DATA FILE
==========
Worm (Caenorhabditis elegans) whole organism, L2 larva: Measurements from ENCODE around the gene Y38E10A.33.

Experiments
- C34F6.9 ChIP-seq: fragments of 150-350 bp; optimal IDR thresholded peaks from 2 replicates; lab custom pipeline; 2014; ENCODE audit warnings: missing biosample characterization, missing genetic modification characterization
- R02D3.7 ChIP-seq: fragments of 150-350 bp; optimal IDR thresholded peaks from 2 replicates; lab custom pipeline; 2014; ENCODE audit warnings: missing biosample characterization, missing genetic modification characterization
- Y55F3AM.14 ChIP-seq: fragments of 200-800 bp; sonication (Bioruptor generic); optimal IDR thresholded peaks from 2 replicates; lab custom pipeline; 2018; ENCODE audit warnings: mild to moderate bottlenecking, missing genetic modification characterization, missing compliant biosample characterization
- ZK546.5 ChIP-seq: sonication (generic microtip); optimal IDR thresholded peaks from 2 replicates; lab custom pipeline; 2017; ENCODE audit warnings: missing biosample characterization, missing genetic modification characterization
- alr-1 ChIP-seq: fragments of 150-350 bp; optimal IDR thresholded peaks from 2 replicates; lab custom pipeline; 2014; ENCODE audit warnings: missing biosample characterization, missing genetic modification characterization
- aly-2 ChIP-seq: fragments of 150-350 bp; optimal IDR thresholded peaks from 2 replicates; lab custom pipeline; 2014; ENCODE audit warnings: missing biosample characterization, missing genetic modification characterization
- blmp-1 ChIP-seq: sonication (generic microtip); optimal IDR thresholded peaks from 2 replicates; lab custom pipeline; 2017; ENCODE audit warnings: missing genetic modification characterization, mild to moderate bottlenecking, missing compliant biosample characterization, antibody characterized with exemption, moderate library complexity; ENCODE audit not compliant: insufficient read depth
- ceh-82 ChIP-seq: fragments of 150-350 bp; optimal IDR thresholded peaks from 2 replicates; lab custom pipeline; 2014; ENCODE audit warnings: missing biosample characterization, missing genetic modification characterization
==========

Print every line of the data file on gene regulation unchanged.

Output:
Worm (Caenorhabditis elegans) whole organism, L2 larva: Measurements from ENCODE around the gene Y38E10A.33.

Experiments
- C34F6.9 ChIP-seq: fragments of 150-350 bp; optimal IDR thresholded peaks from 2 replicates; lab custom pipeline; 2014; ENCODE audit warnings: missing biosample characterization, missing genetic modification characterization
- R02D3.7 ChIP-seq: fragments of 150-350 bp; optimal IDR thresholded peaks from 2 replicates; lab custom pipeline; 2014; ENCODE audit warnings: missing biosample characterization, missing genetic modification characterization
- Y55F3AM.14 ChIP-seq: fragments of 200-800 bp; sonication (Bioruptor generic); optimal IDR thresholded peaks from 2 replicates; lab custom pipeline; 2018; ENCODE audit warnings: mild to moderate bottlenecking, missing genetic modification characterization, missing compliant biosample characterization
- ZK546.5 ChIP-seq: sonication (generic microtip); optimal IDR thresholded peaks from 2 replicates; lab custom pipeline; 2017; ENCODE audit warnings: missing biosample characterization, missing genetic modification characterization
- alr-1 ChIP-seq: fragments of 150-350 bp; optimal IDR thresholded peaks from 2 replicates; lab custom pipeline; 2014; ENCODE audit warnings: missing biosample characterization, missing genetic modification characterization
- aly-2 ChIP-seq: fragments of 150-350 bp; optimal IDR thresholded peaks from 2 replicates; lab custom pipeline; 2014; ENCODE audit warnings: missing biosample characterization, missing genetic modification characterization
- blmp-1 ChIP-seq: sonication (generic microtip); optimal IDR thresholded peaks from 2 replicates; lab custom pipeline; 2017; ENCODE audit warnings: missing genetic modification characterization, mild to moderate bottlenecking, missing compliant biosample characterization, antibody characterized with exemption, moderate library complexity; ENCODE audit not compliant: insufficient read depth
- ceh-82 ChIP-seq: fragments of 150-350 bp; optimal IDR thresholded peaks from 2 replicates; lab custom pipeline; 2014; ENCODE audit warnings: missing biosample characterization, missing genetic modification characterization